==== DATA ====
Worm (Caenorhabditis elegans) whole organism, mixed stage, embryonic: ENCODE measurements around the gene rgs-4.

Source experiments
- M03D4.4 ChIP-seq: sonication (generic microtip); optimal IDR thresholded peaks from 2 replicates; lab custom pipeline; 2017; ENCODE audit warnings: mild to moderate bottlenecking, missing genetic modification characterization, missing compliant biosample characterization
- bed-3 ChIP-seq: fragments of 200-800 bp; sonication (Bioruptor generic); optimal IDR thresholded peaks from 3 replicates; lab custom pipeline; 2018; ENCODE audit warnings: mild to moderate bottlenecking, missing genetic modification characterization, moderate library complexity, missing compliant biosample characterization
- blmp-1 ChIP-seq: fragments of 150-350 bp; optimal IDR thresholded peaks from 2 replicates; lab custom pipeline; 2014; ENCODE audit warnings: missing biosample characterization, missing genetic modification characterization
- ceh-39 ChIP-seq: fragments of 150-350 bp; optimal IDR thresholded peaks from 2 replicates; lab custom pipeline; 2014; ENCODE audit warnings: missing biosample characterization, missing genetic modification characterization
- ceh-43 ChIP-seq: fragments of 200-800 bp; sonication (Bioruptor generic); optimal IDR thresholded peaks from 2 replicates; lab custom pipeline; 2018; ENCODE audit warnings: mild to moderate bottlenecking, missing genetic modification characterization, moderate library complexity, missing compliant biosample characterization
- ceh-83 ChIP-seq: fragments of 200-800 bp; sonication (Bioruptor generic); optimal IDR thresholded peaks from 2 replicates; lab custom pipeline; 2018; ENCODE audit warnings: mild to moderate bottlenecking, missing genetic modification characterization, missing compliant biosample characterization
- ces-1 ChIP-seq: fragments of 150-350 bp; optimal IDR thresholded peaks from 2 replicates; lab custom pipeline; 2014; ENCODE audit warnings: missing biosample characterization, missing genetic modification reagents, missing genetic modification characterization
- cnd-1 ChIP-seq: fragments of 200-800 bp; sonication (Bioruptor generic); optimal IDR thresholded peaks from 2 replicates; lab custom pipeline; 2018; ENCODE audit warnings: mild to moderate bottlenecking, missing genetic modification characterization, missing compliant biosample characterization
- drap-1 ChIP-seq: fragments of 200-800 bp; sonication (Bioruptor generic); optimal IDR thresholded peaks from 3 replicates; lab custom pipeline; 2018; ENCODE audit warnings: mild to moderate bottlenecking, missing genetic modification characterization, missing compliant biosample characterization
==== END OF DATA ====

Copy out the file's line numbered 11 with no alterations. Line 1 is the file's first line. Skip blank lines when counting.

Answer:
- drap-1 ChIP-seq: fragments of 200-800 bp; sonication (Bioruptor generic); optimal IDR thresholded peaks from 3 replicates; lab custom pipeline; 2018; ENCODE audit warnings: mild to moderate bottlenecking, missing genetic modification characterization, missing compliant biosample characterization